|Death Valley pupfish|
|Male (right) and female (left)|
R. R. Miller, 1943
The Death Valley pupfish (Cyprinodon salinus), also known as Salt Creek pupfish, is a small species of fish in the family Cyprinodontidae found only in Death Valley National Park, California, United States. There are two recognized subspecies: C. s. salinus and C. s. milleri. The Death Valley pupfish is endemic to two small, isolated locations and currently classified as endangered.
The Death Valley Pupfish is a small, silvery colored fish with 6–9 vertical dark bands on its sides. It has an average length of 3.7 cm (1.5 in), with a recorded maximum of 7.8 cm (3.1 in).
The males, often appearing in larger sizes compared to females, turn bright blue during mating season, April through October. The females, along with premature pupfish, tend to have tanned backs with iridescent, silvery sides. Both males and females have plump bodies with rounded fins, a squashed head and an upturned mouth. The pupfish can withstand harsh conditions that would kill other fish: water that is 4 times more saline than the ocean, hot water up to 116 °F (47 °C), and cold water down to 32 °F (0 °C).
Distribution and habitat
This species is known from only two locations in Death Valley: Salt Creek (subspecies salinus) at about 49 m (161 ft) below sea level, and Cottonball Marsh (subspecies milleri), at about 80 m (260 ft) below sea level. They are thought to be the remainders of a large ecosystem of fish species that lived in Lake Manly, which dried up at the end of the last ice age leaving the present-day Death Valley.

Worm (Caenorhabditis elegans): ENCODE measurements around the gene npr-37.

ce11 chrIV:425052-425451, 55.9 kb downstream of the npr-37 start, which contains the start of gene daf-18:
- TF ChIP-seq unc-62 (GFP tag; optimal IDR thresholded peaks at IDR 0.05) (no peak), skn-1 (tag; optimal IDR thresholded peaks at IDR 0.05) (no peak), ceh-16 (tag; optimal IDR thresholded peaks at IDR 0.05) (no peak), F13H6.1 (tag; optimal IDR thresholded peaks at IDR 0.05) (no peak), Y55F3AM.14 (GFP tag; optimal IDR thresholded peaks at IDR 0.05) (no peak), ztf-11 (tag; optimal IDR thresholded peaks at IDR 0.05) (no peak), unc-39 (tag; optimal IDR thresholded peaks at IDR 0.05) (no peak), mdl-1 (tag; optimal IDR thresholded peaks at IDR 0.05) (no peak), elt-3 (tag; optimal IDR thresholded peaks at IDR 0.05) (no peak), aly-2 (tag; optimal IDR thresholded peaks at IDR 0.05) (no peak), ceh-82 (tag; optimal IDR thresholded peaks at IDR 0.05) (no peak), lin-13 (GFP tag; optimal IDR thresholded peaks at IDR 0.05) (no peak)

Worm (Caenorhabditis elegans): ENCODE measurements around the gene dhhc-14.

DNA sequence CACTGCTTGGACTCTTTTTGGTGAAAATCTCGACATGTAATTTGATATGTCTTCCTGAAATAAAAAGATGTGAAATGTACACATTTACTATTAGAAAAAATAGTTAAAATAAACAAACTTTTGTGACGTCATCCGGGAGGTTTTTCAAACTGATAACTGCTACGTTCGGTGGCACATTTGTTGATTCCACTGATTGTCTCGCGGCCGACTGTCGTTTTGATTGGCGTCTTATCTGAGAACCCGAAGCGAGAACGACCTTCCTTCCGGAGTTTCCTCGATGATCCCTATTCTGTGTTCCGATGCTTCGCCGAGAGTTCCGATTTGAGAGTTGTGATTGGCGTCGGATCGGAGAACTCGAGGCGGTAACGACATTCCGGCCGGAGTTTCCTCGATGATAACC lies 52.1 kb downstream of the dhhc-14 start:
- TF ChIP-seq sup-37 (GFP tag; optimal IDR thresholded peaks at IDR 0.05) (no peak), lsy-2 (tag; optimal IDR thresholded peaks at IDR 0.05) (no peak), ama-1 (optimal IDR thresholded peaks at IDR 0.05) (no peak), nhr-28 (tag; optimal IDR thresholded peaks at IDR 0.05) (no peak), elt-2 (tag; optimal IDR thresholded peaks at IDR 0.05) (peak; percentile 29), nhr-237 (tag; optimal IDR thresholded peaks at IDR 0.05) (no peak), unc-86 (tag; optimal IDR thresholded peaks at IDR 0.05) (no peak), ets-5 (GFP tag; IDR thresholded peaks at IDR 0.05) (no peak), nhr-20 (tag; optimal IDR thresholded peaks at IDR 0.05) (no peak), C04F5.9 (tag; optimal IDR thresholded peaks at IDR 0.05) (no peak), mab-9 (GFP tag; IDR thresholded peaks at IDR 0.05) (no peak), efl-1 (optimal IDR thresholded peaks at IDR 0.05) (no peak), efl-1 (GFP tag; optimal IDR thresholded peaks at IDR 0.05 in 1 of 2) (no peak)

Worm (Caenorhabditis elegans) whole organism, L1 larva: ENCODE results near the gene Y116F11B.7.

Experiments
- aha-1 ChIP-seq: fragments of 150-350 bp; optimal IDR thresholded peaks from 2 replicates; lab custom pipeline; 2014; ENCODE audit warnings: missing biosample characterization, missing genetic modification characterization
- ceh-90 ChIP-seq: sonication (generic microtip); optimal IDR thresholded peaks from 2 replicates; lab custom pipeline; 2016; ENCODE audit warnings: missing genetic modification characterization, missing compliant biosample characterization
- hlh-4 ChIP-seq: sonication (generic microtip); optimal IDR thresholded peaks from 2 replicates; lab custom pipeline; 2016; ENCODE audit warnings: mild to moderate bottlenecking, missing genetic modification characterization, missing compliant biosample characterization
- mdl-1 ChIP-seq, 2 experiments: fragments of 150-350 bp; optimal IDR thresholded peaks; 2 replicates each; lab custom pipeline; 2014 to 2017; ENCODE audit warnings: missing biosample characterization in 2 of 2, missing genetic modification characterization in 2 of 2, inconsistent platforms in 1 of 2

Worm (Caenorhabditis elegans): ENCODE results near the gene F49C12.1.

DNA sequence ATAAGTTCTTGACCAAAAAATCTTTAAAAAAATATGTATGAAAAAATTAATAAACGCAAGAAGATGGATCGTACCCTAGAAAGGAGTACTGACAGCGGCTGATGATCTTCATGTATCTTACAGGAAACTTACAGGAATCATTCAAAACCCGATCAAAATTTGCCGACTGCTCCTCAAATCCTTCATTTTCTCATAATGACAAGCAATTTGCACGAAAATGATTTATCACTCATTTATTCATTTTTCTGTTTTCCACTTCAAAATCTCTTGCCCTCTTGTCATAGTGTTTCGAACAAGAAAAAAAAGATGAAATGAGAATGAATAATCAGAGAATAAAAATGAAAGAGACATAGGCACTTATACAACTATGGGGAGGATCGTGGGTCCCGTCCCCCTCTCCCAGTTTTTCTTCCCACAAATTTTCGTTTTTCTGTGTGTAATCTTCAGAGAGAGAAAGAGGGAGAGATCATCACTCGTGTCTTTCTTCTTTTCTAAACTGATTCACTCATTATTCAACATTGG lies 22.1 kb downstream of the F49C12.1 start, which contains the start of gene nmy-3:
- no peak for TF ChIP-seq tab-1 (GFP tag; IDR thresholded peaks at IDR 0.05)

The Death Valley pupfish has been classified as endangered by the IUCN because of its extremely restricted distribution (if the two extant locations were treated as a single unit, it would be considered critically endangered). Numbers of individuals at the locations are highly seasonally variable, and fluctuate with water level and flow volume. While the entire range of the species is located in a protected area, it may be under threat from accidental introduction of non-native species, local catastrophic events, and excessive pumping of the aquifer that feeds the habitat.
- Tecopa Pupfish, Cyprinodon nevadensis calidae (extinct)
- Saratoga pupfish, Cyprinodon nevadensis nevadensis, from Saratoga Springs at the south end of Death Valley
- Amargosa pupfish, Cyprinodon nevadensis amargosa, from the Amargosa River northwest of Saratoga Springs
- Devils Hole pupfish, Cyprinodon diabolis, critically endangered and found in Devils Hole, in western Nevada
- Shoshone Pupfish, Cyprinodon nevadensis shoshone
- Desert pupfish Cyprinodon macularius
- Owens pupfish Cyprinodon radiosus
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- NatureServe (7 April 2023). "Cyprinodon salinus". NatureServe Network Biodiversity Location Data accessed through NatureServe Explorer. NatureServe. Retrieved 17 April 2023.
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- "Natural History". Center for Biological Diversity.
- "Salt Creek pupfish". U.S. Bureau of Land Management. Archived from the original on 2016-06-11. Retrieved 2016-05-15.
- US Geological Survey (30 June 2000). "Shoreline Butte: Ice age Death Valley". Death Valley Geology Field Trip Shoreline Butte. Department of the Interior. Retrieved 2009-09-10.
- Duvernell, D. D.; Turner, B. J. (1999). "Variation and divergence of Death Valley pupfish populations at retrotransposon-defined loci" (PDF). Molecular Biology and Evolution. 16 (3): 363–371. doi:10.1093/oxfordjournals.molbev.a026117.
- Lema, S. C. (2008). "The phenotypic plasticity of Death Valley's pupfish: desert fish are revealing how the environment alters development to modify body shape and behavior". American Scientist. 96 (1): 28. doi:10.1511/2008.69.3668.
- Jahren, A. H.; Sanford, K. L. (2002). "Ground-water is the ultimate source of the Salt Creek pupfish habitat, Death Valley, U.S.A" (PDF). Journal of Arid Environments. 51 (3): 401–411. Bibcode:2002JArEn..51..401J. doi:10.1006/jare.2001.0950.